George William Knox born in Belgrade, Me., July 4, 1829, spent his time until nearly seventeen years of age with his parents. He then determined to leave the paternal home and go out into the great world to seek his fortune. In the early spring of 1846, he left Belgrade and walked to Hallowell, where he took passage in the old steamer “Huntress” for Boston. There was sharp competition at that time between the boats plying on the Kennebec, and he secured his ticket for the small sum of twenty-five cents. He landed in Boston on the 6th day of April, and for a time worked at odd jobs, never turning away any kind of work that would pay. He worked for a while as brakeman and then as freight conductor on the Fitchburg railroad, but two years later he was back in Maine and driving piles in Back Cove, Portland. He remained in this vicinity for about five years, engaged in various contracts, when he again struck out and found employment as conductor of a train running between Wilmington, Delaware and the Peninsula. In 1856, he went westward and engaged in the lumber business in Iowa, and here he lost all his accumulations. He then returned and found employment as conductor of a sleeping car running between Philadelphia and Washington. It was in the sleeper conducted by him that President-elect Lincoln made his famous trip to Washington to assume the duties of his office in the spring of 1861. During the first three years of the War, Mr. Knox travelled either as sleeping car conductor or as mail agent.

The immense development and gigantic proportions of the express business during the war suggested to Mr. Knox the possibilities in this line, and in 1864 he gave up railroading and started a small express business with a single team that cost about $125. He subsequently took a partner with a similar outfit, but being dissatisfied with the work of his partner, he soon left him and continued business alone. There was plenty of hard work connected with the business, but Mr. Knox was a stalwart man and ever ready to put his own shoulder to the wheel. Meantime the business grew upon his hands beyond his most sanguine expectations. Government work came to him easily and he has done some of the heaviest transportation jobs ever undertaken in Washington. He handled all the granite for the completion of the Washington Monument, and most of the material for the State, War, and Navy Department buildings. In the adornment and embellishment of the National Capitol during the last twenty-five years, Mr. Knox has done nearly all of the heavy transportation required. He has had the handling of nearly every statue erected, has moved the heavy monumental work to the National Cemetery at Arlington, put in position the great safes used in the various departments, and for hauling safes and putting them in position, he constantly employs three gangs of men. His place of business in the near northwesterly foreground from the National Capitol, on B and Second Streets, occupies nearly a city square. It is built of brick and is a very imposing structure. Here he has a storage room of vast proportions, and his business is fully equal to its capacity.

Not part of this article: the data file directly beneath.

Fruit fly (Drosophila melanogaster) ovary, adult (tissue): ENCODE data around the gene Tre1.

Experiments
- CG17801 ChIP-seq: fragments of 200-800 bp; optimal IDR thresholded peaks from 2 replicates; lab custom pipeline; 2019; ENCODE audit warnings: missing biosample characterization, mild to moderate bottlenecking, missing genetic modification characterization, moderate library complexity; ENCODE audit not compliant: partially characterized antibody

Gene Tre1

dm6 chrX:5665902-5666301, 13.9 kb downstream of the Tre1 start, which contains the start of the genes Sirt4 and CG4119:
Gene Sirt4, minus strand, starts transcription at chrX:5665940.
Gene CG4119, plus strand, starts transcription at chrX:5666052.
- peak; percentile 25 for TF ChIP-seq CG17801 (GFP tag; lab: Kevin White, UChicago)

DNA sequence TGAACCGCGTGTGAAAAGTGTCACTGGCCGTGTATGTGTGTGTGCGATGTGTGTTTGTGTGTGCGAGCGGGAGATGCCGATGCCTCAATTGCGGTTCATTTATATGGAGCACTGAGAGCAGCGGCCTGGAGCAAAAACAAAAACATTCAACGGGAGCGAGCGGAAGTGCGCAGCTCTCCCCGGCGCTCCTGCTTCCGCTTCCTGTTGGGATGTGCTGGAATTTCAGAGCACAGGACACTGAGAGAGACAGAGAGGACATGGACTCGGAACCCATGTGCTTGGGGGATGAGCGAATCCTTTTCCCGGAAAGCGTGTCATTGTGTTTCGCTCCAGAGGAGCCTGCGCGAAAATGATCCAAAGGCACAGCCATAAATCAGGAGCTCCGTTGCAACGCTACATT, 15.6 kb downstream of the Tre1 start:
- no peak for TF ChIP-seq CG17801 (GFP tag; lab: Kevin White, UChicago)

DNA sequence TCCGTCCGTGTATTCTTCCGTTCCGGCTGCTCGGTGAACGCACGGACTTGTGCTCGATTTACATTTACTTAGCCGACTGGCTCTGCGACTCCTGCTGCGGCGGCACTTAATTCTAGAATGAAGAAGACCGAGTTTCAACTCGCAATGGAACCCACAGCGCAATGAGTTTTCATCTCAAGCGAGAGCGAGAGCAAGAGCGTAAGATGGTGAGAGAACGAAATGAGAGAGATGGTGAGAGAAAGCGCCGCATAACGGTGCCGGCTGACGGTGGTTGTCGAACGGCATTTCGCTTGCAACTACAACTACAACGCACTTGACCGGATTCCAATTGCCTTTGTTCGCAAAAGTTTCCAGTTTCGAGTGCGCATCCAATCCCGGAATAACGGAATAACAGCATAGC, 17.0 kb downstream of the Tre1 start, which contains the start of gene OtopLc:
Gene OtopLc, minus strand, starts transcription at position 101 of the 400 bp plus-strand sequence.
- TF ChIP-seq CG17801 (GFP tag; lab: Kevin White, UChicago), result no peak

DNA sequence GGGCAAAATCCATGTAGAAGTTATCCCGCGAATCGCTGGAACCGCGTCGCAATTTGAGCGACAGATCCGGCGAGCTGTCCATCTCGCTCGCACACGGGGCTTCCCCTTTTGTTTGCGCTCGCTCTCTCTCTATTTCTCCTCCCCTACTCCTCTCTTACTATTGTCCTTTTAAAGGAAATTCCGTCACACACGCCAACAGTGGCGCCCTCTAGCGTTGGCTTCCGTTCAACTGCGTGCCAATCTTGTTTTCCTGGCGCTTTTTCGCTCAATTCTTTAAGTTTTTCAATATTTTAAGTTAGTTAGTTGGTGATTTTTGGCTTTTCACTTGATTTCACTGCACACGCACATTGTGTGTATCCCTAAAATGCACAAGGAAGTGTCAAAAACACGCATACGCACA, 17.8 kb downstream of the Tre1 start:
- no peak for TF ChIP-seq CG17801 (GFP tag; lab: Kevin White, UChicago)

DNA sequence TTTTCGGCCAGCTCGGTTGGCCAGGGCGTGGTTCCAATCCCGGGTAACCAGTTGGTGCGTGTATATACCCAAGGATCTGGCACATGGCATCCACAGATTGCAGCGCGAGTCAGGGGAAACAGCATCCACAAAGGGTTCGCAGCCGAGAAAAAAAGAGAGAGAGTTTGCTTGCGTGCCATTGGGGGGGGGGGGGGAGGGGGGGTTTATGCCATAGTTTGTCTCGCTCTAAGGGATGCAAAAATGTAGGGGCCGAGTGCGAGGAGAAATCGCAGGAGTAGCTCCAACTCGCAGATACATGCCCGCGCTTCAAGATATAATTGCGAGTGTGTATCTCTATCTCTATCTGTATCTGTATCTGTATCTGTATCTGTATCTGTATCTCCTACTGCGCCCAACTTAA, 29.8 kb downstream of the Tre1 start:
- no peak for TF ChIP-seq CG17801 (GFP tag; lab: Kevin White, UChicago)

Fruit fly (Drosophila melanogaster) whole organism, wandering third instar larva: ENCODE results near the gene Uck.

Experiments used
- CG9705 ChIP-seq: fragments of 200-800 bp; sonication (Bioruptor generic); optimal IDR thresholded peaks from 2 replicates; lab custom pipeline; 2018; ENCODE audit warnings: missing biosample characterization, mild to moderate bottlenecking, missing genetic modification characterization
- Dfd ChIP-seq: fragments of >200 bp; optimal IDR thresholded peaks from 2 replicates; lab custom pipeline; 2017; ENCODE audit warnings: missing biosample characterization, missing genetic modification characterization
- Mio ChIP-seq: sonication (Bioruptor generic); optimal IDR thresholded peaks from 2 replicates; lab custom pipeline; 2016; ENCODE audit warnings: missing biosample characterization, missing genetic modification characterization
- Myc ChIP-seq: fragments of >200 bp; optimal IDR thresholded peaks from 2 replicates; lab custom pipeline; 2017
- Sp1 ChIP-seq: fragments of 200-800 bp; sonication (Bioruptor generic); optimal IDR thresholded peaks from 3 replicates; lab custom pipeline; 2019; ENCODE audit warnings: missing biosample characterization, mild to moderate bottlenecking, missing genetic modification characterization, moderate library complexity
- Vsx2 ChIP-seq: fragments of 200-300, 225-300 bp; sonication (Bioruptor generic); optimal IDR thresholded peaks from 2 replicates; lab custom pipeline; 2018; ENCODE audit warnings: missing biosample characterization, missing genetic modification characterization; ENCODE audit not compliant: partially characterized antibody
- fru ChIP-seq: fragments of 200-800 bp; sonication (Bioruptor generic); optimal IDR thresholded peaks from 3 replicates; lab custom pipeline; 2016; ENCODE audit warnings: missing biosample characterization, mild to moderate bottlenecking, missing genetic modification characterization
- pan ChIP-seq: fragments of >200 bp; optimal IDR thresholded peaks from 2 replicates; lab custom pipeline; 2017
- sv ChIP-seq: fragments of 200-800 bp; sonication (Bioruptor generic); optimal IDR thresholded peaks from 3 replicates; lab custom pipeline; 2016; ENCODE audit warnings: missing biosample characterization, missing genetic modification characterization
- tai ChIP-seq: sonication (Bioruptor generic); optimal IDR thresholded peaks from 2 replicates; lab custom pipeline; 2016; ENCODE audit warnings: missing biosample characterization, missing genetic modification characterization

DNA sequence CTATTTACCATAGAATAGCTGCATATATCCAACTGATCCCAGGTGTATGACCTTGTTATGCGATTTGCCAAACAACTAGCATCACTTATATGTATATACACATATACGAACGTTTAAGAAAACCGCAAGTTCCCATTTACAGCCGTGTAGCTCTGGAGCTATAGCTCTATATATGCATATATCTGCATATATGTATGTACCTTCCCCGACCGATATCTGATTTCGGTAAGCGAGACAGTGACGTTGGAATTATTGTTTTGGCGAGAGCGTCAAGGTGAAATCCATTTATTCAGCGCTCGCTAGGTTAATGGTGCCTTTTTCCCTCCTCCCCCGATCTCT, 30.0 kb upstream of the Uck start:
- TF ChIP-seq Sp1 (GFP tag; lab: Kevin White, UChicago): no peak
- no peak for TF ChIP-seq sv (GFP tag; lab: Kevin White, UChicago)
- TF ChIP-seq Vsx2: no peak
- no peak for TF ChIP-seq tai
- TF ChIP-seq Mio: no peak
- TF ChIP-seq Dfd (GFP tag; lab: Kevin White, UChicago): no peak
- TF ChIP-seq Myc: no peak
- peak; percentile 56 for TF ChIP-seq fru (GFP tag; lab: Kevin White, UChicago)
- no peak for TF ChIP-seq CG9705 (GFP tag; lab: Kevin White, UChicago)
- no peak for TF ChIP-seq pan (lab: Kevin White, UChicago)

Over the east branch in the District, and Prince George’s County, Mr. Knox has a farm of nearly two hundred acres, all underdrained with tile and furnished with comfortable buildings in the New England style. He has three large barns in which he stores annually, two hundred and fifty tons of hay. His farming operations are extensive, and in improved farm implements, he keeps abreast of the times. His Washington stables supply an almost unlimited amount of dressing, and by this means the highest degree of fertility is reached and maintained. He gives employment to hundreds of men, and his business requires the labor of nearly two hundred horses. He has his own blacksmith and carriage shop, and taken altogether, his is a very large establishment, much the largest private express establishment in the country. He is well known by everybody at the National Capitol and is deservedly popular.

W.B. Lapham, Thomas (Nock) Knox of Dover, N.H., in 1652 and Some of his descendants (1890, Augusta, ME) 23-25.

Published by gsb03632

A college professor living in Scranton, PA